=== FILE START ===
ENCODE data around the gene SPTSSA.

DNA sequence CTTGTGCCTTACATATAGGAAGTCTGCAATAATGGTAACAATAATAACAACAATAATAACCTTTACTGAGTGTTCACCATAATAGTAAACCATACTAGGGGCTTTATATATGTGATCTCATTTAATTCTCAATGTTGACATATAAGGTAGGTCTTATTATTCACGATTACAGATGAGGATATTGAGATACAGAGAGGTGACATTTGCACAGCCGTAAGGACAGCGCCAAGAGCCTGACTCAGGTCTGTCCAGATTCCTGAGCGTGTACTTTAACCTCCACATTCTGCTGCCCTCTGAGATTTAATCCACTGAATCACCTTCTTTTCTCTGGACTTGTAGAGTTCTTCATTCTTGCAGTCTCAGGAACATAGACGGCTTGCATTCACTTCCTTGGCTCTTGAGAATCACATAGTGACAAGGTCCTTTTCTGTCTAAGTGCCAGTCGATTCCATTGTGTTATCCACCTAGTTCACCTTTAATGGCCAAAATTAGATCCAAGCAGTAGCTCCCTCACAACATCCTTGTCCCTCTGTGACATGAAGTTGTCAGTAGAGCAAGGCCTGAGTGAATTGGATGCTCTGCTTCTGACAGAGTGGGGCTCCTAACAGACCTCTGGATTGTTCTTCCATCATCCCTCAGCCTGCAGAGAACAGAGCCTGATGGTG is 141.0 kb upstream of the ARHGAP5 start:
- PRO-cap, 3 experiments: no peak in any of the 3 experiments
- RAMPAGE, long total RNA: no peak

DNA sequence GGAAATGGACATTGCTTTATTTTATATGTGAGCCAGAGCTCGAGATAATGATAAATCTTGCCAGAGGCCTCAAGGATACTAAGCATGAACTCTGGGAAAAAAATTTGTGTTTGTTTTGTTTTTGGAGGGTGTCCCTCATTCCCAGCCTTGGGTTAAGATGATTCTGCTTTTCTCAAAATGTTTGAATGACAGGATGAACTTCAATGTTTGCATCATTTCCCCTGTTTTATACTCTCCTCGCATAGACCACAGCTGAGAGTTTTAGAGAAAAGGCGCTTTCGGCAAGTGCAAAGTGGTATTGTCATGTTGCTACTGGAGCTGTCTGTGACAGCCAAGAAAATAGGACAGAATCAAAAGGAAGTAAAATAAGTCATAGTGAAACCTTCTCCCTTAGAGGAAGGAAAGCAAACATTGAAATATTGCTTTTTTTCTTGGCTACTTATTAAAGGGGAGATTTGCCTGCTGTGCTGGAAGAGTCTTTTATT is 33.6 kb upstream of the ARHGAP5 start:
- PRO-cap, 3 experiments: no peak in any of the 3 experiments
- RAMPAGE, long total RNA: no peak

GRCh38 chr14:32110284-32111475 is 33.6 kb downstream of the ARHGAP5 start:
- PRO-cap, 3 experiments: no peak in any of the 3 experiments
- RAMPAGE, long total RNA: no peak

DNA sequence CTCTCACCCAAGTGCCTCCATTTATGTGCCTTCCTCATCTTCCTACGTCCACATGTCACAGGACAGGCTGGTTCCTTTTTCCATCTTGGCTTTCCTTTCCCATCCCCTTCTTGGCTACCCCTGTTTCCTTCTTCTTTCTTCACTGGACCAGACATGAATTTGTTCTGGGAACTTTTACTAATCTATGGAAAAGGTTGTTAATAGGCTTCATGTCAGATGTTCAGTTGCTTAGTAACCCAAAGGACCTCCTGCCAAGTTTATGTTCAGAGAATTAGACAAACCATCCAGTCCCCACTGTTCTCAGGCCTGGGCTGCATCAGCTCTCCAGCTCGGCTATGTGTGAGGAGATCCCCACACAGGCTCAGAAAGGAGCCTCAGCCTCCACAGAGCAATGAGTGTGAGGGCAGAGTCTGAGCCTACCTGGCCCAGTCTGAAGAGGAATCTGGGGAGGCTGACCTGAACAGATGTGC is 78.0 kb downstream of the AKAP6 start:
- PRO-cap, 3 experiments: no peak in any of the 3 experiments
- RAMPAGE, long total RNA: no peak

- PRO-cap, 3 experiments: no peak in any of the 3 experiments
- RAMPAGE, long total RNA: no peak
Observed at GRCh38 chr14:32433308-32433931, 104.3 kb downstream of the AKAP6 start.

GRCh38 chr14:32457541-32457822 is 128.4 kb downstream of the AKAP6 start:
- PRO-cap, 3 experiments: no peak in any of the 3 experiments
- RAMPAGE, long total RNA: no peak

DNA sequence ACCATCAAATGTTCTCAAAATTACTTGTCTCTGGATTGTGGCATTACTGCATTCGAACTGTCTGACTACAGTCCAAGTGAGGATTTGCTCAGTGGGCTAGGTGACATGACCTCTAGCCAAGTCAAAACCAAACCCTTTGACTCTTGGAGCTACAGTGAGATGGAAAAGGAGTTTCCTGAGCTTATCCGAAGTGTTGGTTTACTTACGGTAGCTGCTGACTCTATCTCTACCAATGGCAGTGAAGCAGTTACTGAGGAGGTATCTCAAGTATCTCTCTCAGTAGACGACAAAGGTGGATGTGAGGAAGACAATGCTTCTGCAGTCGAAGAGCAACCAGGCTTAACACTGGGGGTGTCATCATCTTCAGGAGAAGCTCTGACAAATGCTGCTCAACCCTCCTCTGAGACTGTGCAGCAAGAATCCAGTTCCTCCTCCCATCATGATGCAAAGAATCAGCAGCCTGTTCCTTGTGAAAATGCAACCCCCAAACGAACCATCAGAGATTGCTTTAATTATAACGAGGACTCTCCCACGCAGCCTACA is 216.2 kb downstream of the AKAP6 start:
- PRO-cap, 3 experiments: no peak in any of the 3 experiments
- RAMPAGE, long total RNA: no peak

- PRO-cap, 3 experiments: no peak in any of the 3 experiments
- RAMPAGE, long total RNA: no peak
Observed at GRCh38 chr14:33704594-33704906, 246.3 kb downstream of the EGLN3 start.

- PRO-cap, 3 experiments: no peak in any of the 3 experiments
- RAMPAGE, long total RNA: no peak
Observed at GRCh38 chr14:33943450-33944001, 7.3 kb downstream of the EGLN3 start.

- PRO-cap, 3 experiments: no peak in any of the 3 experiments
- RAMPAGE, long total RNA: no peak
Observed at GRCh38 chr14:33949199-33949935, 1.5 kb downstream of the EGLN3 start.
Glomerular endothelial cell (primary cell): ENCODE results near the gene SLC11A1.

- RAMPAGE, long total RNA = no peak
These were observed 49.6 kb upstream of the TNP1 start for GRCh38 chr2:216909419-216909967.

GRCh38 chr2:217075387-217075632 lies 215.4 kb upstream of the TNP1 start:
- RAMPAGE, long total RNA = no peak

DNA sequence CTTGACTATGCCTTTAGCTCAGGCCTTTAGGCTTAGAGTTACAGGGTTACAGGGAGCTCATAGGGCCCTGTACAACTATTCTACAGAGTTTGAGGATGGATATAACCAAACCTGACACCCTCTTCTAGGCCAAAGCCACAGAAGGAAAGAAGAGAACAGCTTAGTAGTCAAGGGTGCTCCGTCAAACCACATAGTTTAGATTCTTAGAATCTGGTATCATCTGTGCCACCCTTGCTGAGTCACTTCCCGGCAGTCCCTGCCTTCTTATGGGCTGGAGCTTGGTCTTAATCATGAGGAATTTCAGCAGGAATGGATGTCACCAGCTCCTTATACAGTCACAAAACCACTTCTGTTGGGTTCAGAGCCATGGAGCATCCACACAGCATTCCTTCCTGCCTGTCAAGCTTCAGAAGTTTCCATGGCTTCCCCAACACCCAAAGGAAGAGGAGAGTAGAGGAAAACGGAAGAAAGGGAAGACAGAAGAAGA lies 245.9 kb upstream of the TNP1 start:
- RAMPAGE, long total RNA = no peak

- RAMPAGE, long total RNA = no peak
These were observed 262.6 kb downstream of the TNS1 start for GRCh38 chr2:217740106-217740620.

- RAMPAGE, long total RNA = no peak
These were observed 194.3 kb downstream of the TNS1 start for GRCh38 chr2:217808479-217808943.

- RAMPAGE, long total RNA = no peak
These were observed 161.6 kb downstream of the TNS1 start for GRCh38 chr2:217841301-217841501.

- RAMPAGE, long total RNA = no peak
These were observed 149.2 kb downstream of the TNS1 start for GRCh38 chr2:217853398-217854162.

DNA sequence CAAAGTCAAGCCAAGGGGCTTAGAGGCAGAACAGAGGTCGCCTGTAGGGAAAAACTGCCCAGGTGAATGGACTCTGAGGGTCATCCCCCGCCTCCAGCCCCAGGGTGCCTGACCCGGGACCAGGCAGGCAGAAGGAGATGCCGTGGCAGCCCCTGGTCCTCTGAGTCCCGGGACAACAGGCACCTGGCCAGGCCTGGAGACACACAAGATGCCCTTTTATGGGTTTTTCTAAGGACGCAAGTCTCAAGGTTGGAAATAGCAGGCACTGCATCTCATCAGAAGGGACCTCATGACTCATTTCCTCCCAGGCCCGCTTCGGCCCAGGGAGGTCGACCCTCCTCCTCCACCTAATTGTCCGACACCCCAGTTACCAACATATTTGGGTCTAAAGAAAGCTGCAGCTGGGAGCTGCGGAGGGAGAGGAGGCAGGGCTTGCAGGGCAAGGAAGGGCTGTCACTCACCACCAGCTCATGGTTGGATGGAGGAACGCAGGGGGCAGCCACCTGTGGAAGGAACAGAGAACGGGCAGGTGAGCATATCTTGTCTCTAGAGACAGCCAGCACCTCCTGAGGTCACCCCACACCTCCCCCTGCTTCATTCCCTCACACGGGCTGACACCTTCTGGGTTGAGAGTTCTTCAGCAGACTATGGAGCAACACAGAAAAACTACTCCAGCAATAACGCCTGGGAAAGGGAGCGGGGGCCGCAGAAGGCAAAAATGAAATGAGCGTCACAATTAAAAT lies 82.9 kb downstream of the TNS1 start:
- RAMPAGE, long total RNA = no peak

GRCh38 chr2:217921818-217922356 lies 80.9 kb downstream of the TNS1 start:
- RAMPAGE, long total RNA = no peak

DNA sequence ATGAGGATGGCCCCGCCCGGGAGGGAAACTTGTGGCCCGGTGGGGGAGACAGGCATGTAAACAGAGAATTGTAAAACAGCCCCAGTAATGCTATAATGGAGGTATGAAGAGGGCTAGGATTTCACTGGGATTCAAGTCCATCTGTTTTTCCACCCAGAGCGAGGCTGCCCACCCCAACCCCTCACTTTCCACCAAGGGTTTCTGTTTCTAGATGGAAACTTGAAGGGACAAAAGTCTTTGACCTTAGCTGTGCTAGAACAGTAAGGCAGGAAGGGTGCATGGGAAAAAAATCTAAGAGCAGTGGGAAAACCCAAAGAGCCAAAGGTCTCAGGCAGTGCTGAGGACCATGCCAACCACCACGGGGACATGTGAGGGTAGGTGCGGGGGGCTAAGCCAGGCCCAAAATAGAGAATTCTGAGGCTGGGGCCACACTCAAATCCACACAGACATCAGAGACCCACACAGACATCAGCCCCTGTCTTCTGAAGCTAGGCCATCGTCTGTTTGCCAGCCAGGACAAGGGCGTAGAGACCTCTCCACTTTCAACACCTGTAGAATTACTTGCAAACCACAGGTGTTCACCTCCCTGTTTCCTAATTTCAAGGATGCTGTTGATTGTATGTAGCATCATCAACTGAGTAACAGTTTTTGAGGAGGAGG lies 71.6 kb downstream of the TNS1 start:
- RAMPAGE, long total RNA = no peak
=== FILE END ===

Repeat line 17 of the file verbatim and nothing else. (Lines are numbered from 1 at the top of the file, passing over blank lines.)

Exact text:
GRCh38 chr14:32457541-32457822 is 128.4 kb downstream of the AKAP6 start: